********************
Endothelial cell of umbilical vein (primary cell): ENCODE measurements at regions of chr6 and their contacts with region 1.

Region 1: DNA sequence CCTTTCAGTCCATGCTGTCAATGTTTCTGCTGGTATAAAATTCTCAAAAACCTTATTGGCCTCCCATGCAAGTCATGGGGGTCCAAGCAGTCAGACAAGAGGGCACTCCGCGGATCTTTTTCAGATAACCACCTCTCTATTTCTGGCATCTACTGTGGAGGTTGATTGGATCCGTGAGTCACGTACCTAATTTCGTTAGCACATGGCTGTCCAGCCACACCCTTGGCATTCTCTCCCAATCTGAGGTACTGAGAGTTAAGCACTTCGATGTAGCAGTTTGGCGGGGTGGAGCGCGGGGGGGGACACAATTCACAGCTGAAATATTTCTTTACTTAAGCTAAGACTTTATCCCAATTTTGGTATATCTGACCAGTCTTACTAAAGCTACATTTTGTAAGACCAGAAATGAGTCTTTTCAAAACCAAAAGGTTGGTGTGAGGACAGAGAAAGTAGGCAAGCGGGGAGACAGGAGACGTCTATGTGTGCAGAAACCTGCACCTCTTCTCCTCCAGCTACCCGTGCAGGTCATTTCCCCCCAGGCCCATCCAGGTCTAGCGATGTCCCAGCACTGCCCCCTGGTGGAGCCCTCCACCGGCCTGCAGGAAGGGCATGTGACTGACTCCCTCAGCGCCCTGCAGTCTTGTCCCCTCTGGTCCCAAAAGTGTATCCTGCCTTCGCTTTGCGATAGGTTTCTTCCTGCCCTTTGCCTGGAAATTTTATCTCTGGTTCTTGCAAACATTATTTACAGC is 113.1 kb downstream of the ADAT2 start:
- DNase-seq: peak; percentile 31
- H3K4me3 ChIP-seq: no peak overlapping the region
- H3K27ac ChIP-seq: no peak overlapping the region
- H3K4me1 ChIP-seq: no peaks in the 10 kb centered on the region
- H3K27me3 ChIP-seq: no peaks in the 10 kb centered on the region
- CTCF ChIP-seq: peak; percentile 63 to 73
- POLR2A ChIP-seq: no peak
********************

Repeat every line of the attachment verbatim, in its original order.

Endothelial cell of umbilical vein (primary cell): ENCODE measurements at regions of chr6 and their contacts with region 1.

Region 1: DNA sequence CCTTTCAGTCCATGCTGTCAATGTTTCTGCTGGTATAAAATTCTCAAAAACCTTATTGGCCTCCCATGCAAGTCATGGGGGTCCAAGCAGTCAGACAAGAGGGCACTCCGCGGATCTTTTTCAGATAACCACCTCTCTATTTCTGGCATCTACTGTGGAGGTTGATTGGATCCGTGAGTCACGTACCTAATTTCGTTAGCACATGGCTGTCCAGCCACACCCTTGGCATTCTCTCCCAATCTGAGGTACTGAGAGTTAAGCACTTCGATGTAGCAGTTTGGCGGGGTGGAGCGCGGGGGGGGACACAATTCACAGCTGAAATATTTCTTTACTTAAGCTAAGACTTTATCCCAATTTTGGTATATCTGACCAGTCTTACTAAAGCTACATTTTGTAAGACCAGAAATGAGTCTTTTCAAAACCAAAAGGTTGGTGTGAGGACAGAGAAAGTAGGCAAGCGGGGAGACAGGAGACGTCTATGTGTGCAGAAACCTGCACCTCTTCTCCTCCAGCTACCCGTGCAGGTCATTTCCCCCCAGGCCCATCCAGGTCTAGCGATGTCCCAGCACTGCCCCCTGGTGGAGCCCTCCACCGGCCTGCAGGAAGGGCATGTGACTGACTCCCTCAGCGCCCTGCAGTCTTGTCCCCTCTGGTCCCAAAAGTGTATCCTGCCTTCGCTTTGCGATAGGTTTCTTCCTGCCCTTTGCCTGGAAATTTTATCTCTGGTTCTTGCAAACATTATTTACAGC is 113.1 kb downstream of the ADAT2 start:
- DNase-seq: peak; percentile 31
- H3K4me3 ChIP-seq: no peak overlapping the region
- H3K27ac ChIP-seq: no peak overlapping the region
- H3K4me1 ChIP-seq: no peaks in the 10 kb centered on the region
- H3K27me3 ChIP-seq: no peaks in the 10 kb centered on the region
- CTCF ChIP-seq: peak; percentile 63 to 73
- POLR2A ChIP-seq: no peak